Posts tagged with "page parks architects glasgow":

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The Glasgow School of Art announces plan to fully restore building after second fire

Charles Rennie Mackintosh’s Glasgow School of Art (GSA) is located on the summit of Renfrew Street, a visually prominent site within the historic core of Scotland’s largest city. The landmark suffered a tremendous fire on June 15, wiping away four years of restoration work begun after a 2014 blaze along with significant areas untouched by the initial damage. After much speculation, Murial Gray, the chair of university’s board, has announced to the Herald on Sunday that the GSA will be entirely restored “as Mackintosh designed it, to the millimeter.”

In December 2017, AN toured Page \ Park Architects' ongoing $40-million restoration of the structure. The Glasgow School of Art was constructed in two phases: the eastern section was opened in 1899 while the western section was completed a decade later. Now entirely lost, the remaining segments of the eastern section provided a glimpse of the design details that made the Glasgow School of Art one of the world's finest executions of the Art Nouveau style. 

Corridors and studio spaces within the building were illuminated by a clever series of projecting oriels, slanted skylights, and gaping multi-pane windows. The university's original boardroom, one rooftop studio space, and a large degree of woodwork remained intact. While the restoration was still over a year from completion, Page \ Park Architects had taken significant strides in bringing areas of the building to their original condition. Work on the upper loggia, "Henrun," and Studio 58–considered three of the most important spaces within the building next to the library and Mackintosh gallery–was well underway. All of that work was destroyed in this year's fire. Luckily, the last four years of restorative work required the extensive research of nearly every aspect of Mackintosh's design, from the iron-beam structure to the specific type and chemical treatment of wood finishes. Reconstruction is speculated to take between four and seven years, with myriad financing and regulatory concerns, but Gray notes that with the level of forensic detail collected on the building the design team "could practically 3-D print it."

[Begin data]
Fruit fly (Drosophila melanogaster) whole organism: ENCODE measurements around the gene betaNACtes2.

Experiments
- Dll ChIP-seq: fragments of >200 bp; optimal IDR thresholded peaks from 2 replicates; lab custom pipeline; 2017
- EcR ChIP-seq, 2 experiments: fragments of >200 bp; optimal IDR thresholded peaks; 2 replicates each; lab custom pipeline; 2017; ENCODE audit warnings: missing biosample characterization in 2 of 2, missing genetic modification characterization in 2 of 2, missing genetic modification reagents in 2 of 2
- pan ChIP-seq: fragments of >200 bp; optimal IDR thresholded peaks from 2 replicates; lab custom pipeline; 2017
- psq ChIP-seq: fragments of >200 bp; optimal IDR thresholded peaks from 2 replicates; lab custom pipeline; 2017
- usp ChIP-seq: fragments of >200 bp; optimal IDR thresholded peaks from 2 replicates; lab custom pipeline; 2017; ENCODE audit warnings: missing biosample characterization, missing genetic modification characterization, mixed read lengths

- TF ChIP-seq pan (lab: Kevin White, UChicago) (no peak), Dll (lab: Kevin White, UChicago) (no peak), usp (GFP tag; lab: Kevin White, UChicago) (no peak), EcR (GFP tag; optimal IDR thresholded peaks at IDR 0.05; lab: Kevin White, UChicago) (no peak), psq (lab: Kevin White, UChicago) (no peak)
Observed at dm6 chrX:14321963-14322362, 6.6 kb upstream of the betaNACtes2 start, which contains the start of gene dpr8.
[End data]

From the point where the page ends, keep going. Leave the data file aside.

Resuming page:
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Restoration of Glasgow’s famed Mackintosh Building is well underway